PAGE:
New Data Protection regime – implications for employers
At the end of May, the EU finalised its new regime for data protection. With a two year run-in period, the General Data Protection Regulation (or GDPR) will apply from 25 May 2018.
The GDPR aims to introduce a “one-stop shop”, with a common set of rules applying across the EU. Although the European Commission claims that this will save businesses some €2.3bn per year, its assessment has been challenged. For example, the Brussels European Employee Relations Group predicts not a saving but a cost for business of €3.3bn per year. Whatever the overall figure, within the employment arena, savings are unlikely: member states have a specific carve-out from the one-stop shop and will have power to impose more specific national rules.
The rules are backed up by tougher penalties. If you get it wrong, the maximum penalty is €20m or, if higher, 4% of worldwide turnover. Although not every mistake will lead to a penalty, the potential exposure will lead to most organisations putting greater focus on compliance.
The GDPR bites on any area in which personal data is processed; but it is in relation to employment that businesses are likely to process most data. So what are the implications for employers?
Information on data
Employers are currently required to provide information on the purposes for which data is processed. The GDPR extends this. Employers will need to specify the legal basis for processing. In an employment context, much processing relies on the employer’s “legitimate interests”. These interests will need to be spelt out. Employees will also be entitled to information on how long data will be kept and on legal rights such as the subject access right.
Consent is commonly used as a legal basis for processing – normally through the contract of employment. The new rules tighten this. Consent must be informed and freely given with a genuine choice. Employees can withdraw consent at any time.
Data subjects’ rights
The rules on data subject access will change. The fee will be abolished and the time for compliance reduced to one month (though this may be extended where a request is complex). If a request is manifestly excessive, the employer may either charge or refuse to carry it out – a positive change which should lead to constructive discussion over the information to be provided.
Data subjects will have the benefit of a package of other rights: to erasure (the right to be forgotten), and rights to rectify, restrict and object to processing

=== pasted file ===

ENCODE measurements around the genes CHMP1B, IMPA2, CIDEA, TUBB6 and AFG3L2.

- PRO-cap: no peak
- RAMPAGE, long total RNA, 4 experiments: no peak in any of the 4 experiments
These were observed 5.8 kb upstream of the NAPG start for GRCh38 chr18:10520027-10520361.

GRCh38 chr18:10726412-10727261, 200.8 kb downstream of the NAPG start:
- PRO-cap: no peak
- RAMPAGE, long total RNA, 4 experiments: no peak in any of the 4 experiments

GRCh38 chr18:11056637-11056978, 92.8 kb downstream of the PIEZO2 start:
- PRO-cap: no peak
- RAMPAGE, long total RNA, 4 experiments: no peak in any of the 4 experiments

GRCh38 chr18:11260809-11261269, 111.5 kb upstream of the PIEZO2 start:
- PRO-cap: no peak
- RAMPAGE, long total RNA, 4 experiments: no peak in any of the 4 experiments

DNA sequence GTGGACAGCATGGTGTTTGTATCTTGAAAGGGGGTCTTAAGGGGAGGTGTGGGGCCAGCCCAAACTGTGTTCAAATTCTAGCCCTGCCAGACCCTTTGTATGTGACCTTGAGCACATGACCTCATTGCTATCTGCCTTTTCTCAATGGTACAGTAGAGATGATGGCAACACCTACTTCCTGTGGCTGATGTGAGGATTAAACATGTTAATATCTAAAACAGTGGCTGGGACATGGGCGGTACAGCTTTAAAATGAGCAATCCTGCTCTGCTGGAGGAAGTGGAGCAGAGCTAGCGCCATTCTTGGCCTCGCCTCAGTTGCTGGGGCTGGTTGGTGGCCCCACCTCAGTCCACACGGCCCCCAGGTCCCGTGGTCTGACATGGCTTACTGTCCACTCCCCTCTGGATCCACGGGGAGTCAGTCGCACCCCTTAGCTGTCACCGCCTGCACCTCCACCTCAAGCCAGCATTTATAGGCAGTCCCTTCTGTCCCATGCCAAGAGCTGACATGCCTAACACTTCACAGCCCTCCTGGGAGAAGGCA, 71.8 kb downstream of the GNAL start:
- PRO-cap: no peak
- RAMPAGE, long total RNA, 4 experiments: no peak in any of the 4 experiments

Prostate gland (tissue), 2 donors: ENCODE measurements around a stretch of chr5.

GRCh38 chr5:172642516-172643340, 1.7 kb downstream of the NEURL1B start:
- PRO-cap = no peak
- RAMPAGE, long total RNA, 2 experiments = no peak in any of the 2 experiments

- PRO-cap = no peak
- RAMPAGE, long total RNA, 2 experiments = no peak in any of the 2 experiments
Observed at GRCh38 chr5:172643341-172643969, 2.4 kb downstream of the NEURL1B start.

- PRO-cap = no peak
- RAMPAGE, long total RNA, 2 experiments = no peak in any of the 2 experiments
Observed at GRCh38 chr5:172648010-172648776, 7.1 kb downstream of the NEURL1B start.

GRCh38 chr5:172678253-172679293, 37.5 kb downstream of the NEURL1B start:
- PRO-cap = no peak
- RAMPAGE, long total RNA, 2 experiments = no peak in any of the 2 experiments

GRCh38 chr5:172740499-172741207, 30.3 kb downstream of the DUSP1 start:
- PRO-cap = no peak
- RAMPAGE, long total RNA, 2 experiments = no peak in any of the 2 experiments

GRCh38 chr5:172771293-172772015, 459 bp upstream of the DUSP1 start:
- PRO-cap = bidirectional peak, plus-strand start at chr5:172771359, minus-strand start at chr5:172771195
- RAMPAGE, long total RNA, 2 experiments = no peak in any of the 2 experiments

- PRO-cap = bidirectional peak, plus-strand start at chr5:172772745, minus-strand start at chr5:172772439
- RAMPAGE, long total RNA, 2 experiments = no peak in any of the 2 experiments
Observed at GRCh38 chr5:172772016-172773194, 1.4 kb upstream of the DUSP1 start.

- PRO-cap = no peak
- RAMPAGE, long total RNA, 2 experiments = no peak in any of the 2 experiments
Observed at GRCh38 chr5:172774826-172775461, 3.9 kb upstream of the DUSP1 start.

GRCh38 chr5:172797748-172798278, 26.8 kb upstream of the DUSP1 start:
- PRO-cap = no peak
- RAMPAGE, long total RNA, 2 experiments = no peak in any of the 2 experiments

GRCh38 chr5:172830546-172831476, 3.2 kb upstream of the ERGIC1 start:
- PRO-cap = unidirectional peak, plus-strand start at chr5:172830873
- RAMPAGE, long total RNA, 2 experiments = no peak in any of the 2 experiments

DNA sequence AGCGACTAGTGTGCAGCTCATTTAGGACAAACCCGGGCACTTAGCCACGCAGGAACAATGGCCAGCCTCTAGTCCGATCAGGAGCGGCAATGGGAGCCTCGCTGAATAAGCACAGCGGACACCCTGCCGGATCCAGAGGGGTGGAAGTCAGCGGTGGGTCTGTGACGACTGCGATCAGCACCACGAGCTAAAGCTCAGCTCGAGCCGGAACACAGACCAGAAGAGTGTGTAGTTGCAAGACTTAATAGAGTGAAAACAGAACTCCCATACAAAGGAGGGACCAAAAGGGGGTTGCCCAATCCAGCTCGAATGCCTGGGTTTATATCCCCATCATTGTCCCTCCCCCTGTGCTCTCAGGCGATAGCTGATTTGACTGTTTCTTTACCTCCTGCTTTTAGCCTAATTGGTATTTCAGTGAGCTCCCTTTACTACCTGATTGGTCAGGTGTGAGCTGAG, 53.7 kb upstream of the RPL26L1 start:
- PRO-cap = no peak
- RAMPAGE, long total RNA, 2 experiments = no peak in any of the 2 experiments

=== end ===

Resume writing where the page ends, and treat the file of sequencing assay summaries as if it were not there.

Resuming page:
Employees make mistakes – they leave laptops on trains, send emails to the wrong person and are careless with passwords. Under the new rules, employers discovering a data breach must notify the regulator and keep records.
Other changes include:
• Rather than simply complying with the law (as now), employers will have to demonstrate compliance; an obligation which shifts the burden of proving compliance to the employer.
• Data protection by design – when developing new systems, building in safeguards to protect data. Employers looking at new HR systems, should take this into account in the specification.
• Data protection officers (DPOs) must be appointed if core activities involve systematic monitoring or large-scale processing of sensitive data and in the public sector. A DPO may be an employee or consultant – but must be independent.
And what about Brexit?
If the UK votes for Brexit and leaves the EU, will that make a difference? Although the GDPR would not apply directly, if data is transferred to the UK from within the EU, the UK will have to meet EU standards of protection. Also, if UK businesses offer goods or services within the EU (as they will of course), they will have to comply with the GDPR.
Although there may be some room for flexibility as to the details, Brexit will not make much difference.
What should employers do now?
Although the new rules will not apply until 2018, forward planning is a good idea. The potential penalties will lead to boards taking a more active interest.
• Get granular: identify data systems, personal data and what you do with it;
• Understand the legal basis for processing the data. Work out your “legitimate interests”.
• Identify who takes overall responsibility – consider appointing a DPO
• Review documentation – you will need a lot more.
• Establish a policy with a timeline for handling data breaches.
Training will be vital.